Cornell University: Students help NYS town grow green economy

Cornell master’s students are assisting New Lebanon, New York, as it seeks to expand its economy with green technology jobs, and they are drafting a blueprint for similar communities statewide.

Under the direction of Rebecca M. Brenner, lecturer in the Cornell Jeb E. Brooks School of Public Policy, master of public administration students scanned the regional economy and pinpointed 11 job classifications that would be a good fit with the workforce in the town of 2,300 residents, located about 30 miles from Albany.

The job types include solar panel and heat pump installation, electric vehicle repair, hydrogen cell engineer and wind turbine service technician. The student team, Kaitlynn Boardman, Guanqi Su, Hubo Wang and James Bond, has created a training strategy to share with local high schools, community colleges and vocational institutions.

Those new jobs would replace jobs at auto repair shops, gas stations and heating oil distributors that will likely be lost over time due to climate change.

“Cornell has helped New Lebanon become a regional leader in mitigating and adapting to climate change,” said Town Supervisor Tistrya Houghtling. “Our projects with Cornell have even helped create a road map for other towns and counties.”

The students will present their findings and outline the steps they recommend on July 16 at the Columbia County Climate Carnival.

“This is such a great example of connecting policy to the front lines of climate change,” Brenner said. “We are so proud of Cornell’s partnership with New Lebanon and look forward to continuing this project in the future.”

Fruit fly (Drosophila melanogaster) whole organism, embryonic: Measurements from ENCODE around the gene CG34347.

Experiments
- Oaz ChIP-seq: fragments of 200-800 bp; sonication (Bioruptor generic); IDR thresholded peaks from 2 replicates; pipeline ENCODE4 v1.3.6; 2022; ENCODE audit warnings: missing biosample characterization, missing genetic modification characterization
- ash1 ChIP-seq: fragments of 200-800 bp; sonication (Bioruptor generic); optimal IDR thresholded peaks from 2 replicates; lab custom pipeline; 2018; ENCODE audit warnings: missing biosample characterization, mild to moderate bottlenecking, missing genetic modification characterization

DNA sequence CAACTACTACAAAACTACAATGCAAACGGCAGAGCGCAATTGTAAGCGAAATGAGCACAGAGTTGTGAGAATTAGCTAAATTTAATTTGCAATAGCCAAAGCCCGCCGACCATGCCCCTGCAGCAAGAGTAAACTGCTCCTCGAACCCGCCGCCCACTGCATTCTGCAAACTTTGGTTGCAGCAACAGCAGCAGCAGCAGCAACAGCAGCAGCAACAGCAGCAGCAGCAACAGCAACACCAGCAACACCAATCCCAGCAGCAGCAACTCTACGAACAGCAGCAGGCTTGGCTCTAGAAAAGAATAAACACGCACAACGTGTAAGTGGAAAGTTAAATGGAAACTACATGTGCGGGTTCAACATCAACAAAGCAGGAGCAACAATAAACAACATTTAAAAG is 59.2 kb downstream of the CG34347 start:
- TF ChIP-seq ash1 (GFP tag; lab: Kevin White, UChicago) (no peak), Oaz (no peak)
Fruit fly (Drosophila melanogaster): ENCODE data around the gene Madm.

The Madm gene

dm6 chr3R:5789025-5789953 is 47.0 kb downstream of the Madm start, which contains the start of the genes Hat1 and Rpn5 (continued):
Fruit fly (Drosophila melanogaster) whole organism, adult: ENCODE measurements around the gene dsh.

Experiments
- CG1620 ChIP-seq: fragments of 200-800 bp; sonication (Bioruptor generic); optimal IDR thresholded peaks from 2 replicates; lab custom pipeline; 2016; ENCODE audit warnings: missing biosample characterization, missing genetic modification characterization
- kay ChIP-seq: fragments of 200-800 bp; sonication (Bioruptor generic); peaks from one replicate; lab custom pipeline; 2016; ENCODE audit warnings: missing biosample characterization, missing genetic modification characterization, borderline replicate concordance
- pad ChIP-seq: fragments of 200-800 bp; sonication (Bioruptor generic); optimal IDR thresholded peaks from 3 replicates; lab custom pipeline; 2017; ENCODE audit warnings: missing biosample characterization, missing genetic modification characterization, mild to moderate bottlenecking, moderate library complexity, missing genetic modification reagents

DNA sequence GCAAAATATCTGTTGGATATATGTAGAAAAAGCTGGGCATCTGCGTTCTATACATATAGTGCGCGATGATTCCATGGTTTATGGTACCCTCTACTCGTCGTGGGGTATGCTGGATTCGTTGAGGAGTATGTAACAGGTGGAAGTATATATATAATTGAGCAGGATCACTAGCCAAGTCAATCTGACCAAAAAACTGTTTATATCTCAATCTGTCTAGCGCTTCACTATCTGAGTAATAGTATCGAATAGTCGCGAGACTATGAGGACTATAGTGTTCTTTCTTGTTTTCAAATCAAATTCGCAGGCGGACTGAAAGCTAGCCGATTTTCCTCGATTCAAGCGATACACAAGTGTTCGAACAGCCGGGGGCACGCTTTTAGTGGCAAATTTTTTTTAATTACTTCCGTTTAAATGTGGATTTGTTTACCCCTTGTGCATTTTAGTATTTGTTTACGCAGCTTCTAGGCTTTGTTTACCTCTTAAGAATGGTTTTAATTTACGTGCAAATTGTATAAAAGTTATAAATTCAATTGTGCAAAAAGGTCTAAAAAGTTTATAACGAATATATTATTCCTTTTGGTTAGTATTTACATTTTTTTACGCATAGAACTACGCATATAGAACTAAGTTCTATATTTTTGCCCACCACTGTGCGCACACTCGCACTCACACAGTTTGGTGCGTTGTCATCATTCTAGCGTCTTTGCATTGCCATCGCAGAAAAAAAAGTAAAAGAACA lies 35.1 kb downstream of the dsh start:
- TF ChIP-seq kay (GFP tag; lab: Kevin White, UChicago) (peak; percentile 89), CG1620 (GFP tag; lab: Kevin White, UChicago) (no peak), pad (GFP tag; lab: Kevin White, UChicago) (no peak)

The project is part of a long-running connection between New Lebanon and the graduate students working with Brenner through the Cornell Institute for Public Affairs (CIPA) in the Cornell Brooks School. Student teams previously helped estimate the town’s energy usage as well as assess its vulnerability to climate change.

The Cornell-New Lebanon connection began two years ago when the town joined New York State’s Climate Smart Communities (CSC) program. Marc Anthonisen, M.P.A. ’21, began an internship in New Lebanon, and Brenner helped build out a full-fledged connection to Cornell. This involved creating a climate road map for the town and then bringing in additional student projects.

The first team of two students, Jessie Hughes, M.P.A. ’22, and Waqar Akhtar, M.P.A. ’22, helped assess how climate change will impact the town. One of the key risks that emerged was seasonal drought, which impacts the fire department’s water supply in late summer. Another intern, Nadia Zaidi, M.P.A. ’22, helped research water storage options and grant funding for the fire department.

“This experience has shown me that it is possible to connect policy to local communities if you get creative about helping people see the benefits of sustainability,” Anthonisen said.

The relationship has flourished, but not without challenges.

To accommodate a wide range of views about climate change, Brenner provided guidance on environmental sustainability initiatives that would help residents see the benefit of the CSC program. One example involved working with town leaders to set up a bicycle recycling program, which has repaired more than 100 bikes for residents. This was followed by a Repair Cafe, a workshop staffed by volunteers who fixed small appliances and toys so they could be reused.

“Going back to our Shaker heritage, New Lebanon has a reputation for innovation,” Houghtling said. “Our people can fix anything. The green economy jobs are the next step in our journey and will help New Lebanon thrive.”

Anthonisen’s internship helped build a template to help other politically divided towns begin implementing a climate change program, Brenner said. Alejandra Plaza Limon, M.P.A. ’22, is working with Columbia County to build out its own climate road map. Based in part on her work, the county is applying for CSC Bronze Certification in July.

“What started with one internship has now produced multiple projects, numerous events, many opportunities for students, significant energy savings and – when the green jobs come to fruition – long-term economic benefit,” Brenner said.

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